“Where there are bees there are flowers, and wherever there are flowers there is new life and hope.” – Christy Lefteri
APICO is a relaxing beekeeping simulator about breeding, collecting and conserving bees. The game mixes crafting, resource management and building as players explore a range of lush environments and care for their buzzy little friends.
Released: 20th May 2022
Price: £14.99 – £15.99
This game is being reviewed as part of the Indie Game Collective (IGC) showcase.
Upon arriving in APICO players are greeted by a host of NPCs, Nana Beelia provides Grandpa’s Guide which serves as an extended tutorial to help players get started on their beekeeping journey! The guide features a series of quests or tasks with explanations to teach players most of the game mechanics. Starting with building a house and crafting tools and advancing to bee collecting and breeding, harvesting materials and selling items. Completing quests will provide a reward in the form of items, often relevant to the job done.
There are plenty of items to craft in the game, ranging from simple wooden tools to advanced apiaries and sawmills. However, some items can only be bought with the local currency, Rubees, which means that having things to sell is essential. Honey, bee pollen and other items harvested from bees are usually saleable.
There is an extensive map with multiple biomes to explore, though getting off the first island will mean buying a boat! There are also over 30 different species of bee to discover, either by finding them or crossbreeding different bees. Once discovered they can be bred further, farmed, or if the player has enough, they can be released into he wild to repopulate lost species.
Grandpa’s Guide will take a number of hours to complete but once the quests dry up APICO is a perfect sandbox experience with more bees to find, farms to expand, a vast world to explore and NPCs to chat and barter with. The game is incredibly relaxing and while players can see time passing in the game, it has no survival aspects or punishment for idling.
Narrative and Stying
APICO sees the protagonist leave their office job in the big city to pick up where their grandfather left off and start keeping bees again! They move to a peaceful town and soon meet a bunch of jolly residents, all with wonderful bee puns for names such as Barnabee, Beenjamin and Beetrix! This, along with the brief backstories of the NPCs and the interactions the player has with them make up the bulk of the narrative elements in the game.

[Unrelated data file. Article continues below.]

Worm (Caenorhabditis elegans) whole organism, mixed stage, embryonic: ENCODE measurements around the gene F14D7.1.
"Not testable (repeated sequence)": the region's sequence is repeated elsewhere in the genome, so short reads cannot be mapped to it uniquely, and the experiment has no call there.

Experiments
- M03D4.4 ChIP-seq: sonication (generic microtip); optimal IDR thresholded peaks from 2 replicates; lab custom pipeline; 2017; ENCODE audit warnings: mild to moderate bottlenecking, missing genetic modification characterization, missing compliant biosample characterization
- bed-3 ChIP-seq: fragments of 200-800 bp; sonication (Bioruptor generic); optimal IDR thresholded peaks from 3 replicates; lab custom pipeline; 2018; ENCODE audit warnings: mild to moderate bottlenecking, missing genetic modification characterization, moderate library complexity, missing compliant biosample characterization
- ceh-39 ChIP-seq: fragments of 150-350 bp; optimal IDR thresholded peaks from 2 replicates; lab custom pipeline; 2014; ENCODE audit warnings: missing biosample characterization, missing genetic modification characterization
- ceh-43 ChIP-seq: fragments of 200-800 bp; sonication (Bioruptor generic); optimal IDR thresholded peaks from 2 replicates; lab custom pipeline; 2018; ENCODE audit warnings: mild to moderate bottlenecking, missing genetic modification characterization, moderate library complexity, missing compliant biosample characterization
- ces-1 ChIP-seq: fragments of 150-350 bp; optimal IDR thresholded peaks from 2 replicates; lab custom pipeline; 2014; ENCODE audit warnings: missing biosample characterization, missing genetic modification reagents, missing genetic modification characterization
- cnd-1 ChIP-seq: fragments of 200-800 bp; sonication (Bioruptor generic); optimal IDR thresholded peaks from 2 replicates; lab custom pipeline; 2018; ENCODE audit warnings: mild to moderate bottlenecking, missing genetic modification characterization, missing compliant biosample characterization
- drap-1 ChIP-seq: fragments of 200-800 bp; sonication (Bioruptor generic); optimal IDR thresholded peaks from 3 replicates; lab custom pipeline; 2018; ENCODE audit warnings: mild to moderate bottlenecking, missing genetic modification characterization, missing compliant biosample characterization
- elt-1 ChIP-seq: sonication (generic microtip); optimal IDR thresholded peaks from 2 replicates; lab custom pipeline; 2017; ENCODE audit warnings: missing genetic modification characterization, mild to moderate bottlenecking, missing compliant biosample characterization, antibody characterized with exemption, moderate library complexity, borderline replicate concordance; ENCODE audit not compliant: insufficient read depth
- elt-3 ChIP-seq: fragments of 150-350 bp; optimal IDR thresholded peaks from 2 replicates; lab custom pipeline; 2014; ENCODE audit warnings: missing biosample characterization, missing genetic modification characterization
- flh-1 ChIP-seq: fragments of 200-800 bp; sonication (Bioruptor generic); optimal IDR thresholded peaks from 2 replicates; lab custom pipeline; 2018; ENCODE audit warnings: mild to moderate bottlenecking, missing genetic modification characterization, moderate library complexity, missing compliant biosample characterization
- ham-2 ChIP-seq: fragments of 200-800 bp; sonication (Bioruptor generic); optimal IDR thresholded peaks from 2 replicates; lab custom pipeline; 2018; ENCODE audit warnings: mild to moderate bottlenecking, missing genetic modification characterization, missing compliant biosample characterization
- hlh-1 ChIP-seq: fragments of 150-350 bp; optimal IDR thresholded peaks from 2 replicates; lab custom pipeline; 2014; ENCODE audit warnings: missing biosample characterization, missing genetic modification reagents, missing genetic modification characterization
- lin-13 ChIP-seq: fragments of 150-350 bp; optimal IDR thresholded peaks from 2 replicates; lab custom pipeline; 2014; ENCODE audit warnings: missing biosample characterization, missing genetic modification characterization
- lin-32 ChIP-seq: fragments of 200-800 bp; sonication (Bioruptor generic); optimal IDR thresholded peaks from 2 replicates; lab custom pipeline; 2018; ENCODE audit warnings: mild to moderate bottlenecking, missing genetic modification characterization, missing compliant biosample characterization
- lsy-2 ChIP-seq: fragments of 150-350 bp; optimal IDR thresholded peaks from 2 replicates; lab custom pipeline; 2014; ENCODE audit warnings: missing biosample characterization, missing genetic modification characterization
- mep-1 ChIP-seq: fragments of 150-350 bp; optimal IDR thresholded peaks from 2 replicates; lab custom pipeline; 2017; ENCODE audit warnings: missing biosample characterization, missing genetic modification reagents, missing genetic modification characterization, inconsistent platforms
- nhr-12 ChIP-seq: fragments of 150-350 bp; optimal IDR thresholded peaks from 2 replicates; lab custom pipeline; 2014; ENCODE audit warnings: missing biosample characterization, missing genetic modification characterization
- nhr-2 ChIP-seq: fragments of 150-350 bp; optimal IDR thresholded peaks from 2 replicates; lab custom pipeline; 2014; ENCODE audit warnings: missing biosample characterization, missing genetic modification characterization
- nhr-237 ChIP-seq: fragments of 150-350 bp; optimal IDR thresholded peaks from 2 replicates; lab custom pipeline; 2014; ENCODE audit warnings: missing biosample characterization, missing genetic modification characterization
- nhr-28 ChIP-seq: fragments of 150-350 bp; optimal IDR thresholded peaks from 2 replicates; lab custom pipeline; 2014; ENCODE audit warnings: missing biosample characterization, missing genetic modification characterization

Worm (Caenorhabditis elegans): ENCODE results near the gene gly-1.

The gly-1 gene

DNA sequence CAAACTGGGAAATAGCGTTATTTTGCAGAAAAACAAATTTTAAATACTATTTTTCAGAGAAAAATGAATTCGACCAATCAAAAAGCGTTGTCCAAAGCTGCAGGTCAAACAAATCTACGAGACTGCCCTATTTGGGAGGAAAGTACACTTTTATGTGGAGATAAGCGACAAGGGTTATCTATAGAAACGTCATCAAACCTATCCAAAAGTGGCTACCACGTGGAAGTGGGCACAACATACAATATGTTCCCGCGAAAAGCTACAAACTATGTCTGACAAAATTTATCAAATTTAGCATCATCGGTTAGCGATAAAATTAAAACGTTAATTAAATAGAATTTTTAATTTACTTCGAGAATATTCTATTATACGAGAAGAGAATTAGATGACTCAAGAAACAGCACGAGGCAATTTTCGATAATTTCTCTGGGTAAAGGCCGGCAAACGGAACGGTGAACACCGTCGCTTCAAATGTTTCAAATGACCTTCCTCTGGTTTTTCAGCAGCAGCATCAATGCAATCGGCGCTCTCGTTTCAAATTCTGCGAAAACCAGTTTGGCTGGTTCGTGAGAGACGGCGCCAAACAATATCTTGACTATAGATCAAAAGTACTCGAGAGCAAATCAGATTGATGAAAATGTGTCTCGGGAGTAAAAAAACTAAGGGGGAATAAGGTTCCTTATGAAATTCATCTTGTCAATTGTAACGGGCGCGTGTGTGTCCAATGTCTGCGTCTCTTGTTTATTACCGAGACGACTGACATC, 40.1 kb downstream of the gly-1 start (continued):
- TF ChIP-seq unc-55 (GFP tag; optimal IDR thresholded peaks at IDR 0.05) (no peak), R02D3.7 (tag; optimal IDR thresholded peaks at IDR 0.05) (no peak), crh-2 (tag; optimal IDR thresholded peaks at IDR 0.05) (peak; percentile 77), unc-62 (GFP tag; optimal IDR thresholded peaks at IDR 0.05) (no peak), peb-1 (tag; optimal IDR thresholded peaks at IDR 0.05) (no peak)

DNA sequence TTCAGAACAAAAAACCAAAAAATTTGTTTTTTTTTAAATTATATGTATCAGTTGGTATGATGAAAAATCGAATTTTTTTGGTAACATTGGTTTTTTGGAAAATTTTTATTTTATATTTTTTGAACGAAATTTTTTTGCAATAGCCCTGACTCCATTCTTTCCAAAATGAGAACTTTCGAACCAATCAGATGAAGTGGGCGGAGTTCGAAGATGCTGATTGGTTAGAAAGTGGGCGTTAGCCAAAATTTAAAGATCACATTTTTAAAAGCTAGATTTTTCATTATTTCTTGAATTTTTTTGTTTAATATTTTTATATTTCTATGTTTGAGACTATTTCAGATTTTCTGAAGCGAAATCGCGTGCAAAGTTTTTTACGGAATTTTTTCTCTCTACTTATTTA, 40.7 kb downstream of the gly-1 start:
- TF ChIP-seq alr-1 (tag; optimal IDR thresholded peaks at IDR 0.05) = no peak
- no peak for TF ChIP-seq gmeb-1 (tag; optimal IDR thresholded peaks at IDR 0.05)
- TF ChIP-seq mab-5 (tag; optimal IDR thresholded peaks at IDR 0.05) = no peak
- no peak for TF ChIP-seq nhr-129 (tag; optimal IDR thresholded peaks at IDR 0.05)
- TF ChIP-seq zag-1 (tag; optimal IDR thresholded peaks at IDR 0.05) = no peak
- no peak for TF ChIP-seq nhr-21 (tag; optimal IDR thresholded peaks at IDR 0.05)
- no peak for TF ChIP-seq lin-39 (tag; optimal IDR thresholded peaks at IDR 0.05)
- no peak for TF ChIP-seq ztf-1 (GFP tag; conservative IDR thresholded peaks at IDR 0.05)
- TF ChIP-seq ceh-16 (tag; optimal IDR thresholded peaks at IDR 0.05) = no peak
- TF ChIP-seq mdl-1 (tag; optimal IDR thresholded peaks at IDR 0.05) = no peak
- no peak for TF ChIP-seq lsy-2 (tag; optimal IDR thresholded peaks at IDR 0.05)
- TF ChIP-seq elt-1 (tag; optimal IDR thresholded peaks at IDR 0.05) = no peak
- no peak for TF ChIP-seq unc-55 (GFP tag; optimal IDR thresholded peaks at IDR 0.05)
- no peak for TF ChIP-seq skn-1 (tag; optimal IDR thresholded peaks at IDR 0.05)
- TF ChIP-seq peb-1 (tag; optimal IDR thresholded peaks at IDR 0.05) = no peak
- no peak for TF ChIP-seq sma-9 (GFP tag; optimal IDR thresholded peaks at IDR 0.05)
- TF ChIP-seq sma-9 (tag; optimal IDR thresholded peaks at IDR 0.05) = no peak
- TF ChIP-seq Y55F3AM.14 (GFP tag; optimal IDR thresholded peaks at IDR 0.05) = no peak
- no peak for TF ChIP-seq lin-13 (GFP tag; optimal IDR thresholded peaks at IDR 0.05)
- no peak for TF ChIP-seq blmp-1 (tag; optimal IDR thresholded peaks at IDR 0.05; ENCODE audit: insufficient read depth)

The 2D, top-down, pixel graphics use a range of slightly muted colours to iterate the charming world of APICO in a slightly retro way. The overall visual style is reminiscent of old Pokémons games or Stardew valley whilst painting its own unique feel through its use of colour and the environments themselves.
The soundtrack plays sporadically and features a mix of tracks that range from relaxing, to upbeat to emotive. The music blends and fades into the gameplay making room for the ambient sound effects such as the gentle tides and birds chirping. The audio is a highlight of the game and the overall effect is calming and immersive.
APICO is a very easy going game that will provide players with a lot of stress-free, bee-based fun! It features an extensive tutorial, relaxing and varied sandbox gameplay, a cute retro aesthetic and delightful sound design. This game has enough going on to keep seasoned fans of the genre entertained but is also low pressure and welcoming to newcomers. Overall, APICO was an absolute joy to play and it’s all about bees so of course I highly recommend it!